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Crime

FBI investigating Dunbar High School football coach, Baltimore School Police detective Lawrence Smith

The FBI and U.S. Attorney’s Office for Maryland’s public corruption unit are investigating Dunbar High School head football coach and Baltimore City School Police Detective Lawrence Smith, according to three people with knowledge of the situation.

On Wednesday, FBI agents went to public school headquarters on North Avenue and retrieved Smith’s timecards and salary records, a source with knowledge of the agency visit told The Baltimore Sun.

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Smith has been a school resource officer since 2002 and made almost $168,000 in fiscal year 2021, including $94,484 in overtime pay, according to publicly available salary records. He is paid $32.38 per hour, and with overtime pay at time-and-a-half, Smith would have had to average more than 37 hours of overtime a week to make that much in extra wages.

Smith was the highest paid school police officer in Baltimore for that fiscal year, making about $20,000 more than the next highest paid officer.

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Smith’s pay may include compensation for coaching. He earned an additional $10,959 above hourly wages and overtime, according to school system records.

City schools, the FBI and the U.S. Attorney’s Office all declined comment.

School police union president Clyde Boatwright said he had “no knowledge” of the investigation into Smith.

Smith has not been criminally charged.

Smith did not return phone calls or texts seeking comment. At his home in Perry Hall, someone, speaking through a doorbell camera Friday afternoon, said “sorry, not interested” when asked to comment about the federal investigation.

The investigation into Smith is focusing in part on possible timecard and overtime fraud, similar to federal prosecutors’ investigation into overtime fraud with the Baltimore Police Department’s Gun Trace Task Force, said people familiar with the matter who spoke on condition of anonymity.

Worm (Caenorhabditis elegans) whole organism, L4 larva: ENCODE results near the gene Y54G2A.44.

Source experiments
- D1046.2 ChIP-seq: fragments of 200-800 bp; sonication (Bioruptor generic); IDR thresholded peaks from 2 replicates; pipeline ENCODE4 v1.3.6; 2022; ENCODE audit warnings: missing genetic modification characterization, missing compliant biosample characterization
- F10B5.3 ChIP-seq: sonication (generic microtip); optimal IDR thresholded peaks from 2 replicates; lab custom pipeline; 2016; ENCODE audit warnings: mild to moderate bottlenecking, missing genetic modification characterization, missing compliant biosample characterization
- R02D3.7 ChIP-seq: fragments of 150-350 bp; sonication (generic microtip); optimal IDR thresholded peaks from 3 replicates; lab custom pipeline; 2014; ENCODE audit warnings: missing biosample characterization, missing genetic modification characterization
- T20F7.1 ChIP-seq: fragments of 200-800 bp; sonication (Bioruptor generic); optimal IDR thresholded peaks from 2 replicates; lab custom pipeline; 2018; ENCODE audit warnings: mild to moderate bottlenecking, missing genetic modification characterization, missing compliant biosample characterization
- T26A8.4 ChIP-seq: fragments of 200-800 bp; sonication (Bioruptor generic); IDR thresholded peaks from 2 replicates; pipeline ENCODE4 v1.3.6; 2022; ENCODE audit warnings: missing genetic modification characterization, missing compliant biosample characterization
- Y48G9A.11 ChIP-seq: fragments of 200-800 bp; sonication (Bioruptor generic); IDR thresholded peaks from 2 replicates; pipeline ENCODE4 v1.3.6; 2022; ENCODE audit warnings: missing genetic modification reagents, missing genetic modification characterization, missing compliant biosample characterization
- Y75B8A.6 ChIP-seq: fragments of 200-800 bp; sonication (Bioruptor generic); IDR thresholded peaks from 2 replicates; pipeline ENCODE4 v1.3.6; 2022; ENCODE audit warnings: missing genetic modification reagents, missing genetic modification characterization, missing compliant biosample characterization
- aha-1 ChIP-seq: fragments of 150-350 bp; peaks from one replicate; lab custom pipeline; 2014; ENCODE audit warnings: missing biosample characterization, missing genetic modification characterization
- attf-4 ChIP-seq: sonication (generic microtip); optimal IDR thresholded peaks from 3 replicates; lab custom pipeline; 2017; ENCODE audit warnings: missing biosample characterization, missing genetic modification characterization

The government’s investigation into Smith has been operating in the background for weeks, if not months, and spurred from a criminal referral from a Maryland state agency, according to a person with knowledge.

In addition to his duties as a school resource officer, Smith has been a highly successful football coach at Dunbar High School since starting there in 2007. His Dunbar Poets teams have won seven state championships and Smith holds a 155-24 record in 14 seasons as coach.

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Twice the Baltimore Ravens have named Smith the High School Coach of the Year, the only two-time winner of the award.

School officials suspended Smith one year from coaching at the start of the 2014 season after an investigation into a 2013 hazing incident in the junior varsity football locker room. At that time, Smith was stationed at Dunbar as the school resource officer, but was transferred out.

When asked in 2014 why he was transferred and whether it had anything to do with hazing allegations, he said: “I can’t discuss that.”

He appealed his suspension in court and a judge reinstated him as coach before the end of that season.

News of the investigation into Smith comes days after four Baltimore City school police officers were placed on desk duty after witnessing a fatal quadruple shooting early Sunday morning. At least one of the officers was injured during the incident, according to a union representative.

Officials have not specified why the officers were removed from their regular duties after witnessing the homicide in the 5500 block of Harford Road in the Hamilton Hills neighborhood of Northeast Baltimore.

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The school police have their own department, union and contract with the city school system through a memorandum of understanding with the Baltimore Police Department.


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